Upcoming unmanned missions to Mars will certainly provide important new data, he stressed. The Mars Global Surveyor will map various properties of the surface from orbit, and Mars Pathfinder will land a small rover at the mouth of a large flood channel. Other missions will follow in the 1998 and 2001.

Carr said a major goal of those missions is to return samples to Earth later in the decade from "places that we judge will have the best chance of revealing whether there was life on Mars in the past."

Some scientists were far too quick to condemn the martian meteorite findings, according to Dr. Christopher Romanek, of the University of Georgia's Savannah River Ecology Laboratory in Aiken, S.C.

"It's time to pry the lid off the coffin, as our interpretations are still very much alive and doing well," said. "We had nine people working on the project for three years, and just since our press conference, researchers have had to formulate and design tests, perform experiments and interpret and publish the results in an amazingly short time frame.

"While these works are admirable on these grounds alone, they do not provide the information required to resolve the current contamination and formation temperature issues we face. And yet some of the press cling to reports that ring the `death knell' for potential Martian life. Nothing could be further from the truth."

Two years earlier before the idea of Martian life ever crossed his mind, Romanek (and others) determined the Martian origin for mineral deposits or carbonate "globules" in the meteorite and determined the globules formed at a temperature capable of sustaining life. This information is crucial because extremely high formation temperatures rule out the possibility of life.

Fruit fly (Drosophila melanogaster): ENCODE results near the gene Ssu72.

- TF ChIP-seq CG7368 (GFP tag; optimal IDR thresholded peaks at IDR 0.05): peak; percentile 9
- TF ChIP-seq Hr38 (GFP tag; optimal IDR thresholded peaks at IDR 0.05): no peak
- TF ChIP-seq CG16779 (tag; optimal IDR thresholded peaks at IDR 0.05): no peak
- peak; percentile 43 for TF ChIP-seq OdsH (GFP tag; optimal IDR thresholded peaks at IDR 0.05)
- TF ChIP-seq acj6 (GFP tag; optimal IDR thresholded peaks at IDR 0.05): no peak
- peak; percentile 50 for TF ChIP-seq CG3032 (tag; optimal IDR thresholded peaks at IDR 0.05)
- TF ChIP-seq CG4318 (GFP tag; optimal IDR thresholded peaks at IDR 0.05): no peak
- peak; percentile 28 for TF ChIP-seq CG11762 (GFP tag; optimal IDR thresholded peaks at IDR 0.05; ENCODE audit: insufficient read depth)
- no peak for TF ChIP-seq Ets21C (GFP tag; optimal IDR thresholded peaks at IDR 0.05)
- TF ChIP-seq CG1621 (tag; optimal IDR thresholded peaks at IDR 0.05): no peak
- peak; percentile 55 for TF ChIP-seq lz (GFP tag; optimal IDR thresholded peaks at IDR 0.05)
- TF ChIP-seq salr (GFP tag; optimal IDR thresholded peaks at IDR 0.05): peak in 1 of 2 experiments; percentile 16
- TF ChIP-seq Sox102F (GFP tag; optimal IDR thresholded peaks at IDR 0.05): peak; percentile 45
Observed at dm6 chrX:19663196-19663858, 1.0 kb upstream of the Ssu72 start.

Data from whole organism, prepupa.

"In my opinion, it is clear the globules formed at low temperatures -- perhaps not as low as 0 to 80 degrees centigrade (as originally estimated), but surely not at the plus-or-minus 650 degrees centigrade, as suggested in one theory," said Romanek.

Romanek said that other papers, which focus on individual aspects of the NASA team's Science paper, fail to take into account all features in the carbonate globules collectively.

Romanek does not discount the possibility that future studies could provide a convincing alternative explanation for the formations found inside the meterorite, but for now, he believes the original conclusions of the study still offer the best explanations.

"We are completely open to new ideas and tests that will resolve the issues at hand, but these ideas need to be fully explored before informing the public," said Romanek. "I think we can resolve the issues of formation temperature and contamination soon, and we should do so with all expediency. If it turns out that either issue precludes a biologic origin for the features we found, we can move on to the many other exciting opportunities that our research has provided concerning processes on the surface of Mars."


Related information on the Internet

AE: Interview with Stanly Miller

AE: Life on Martian Meteorite?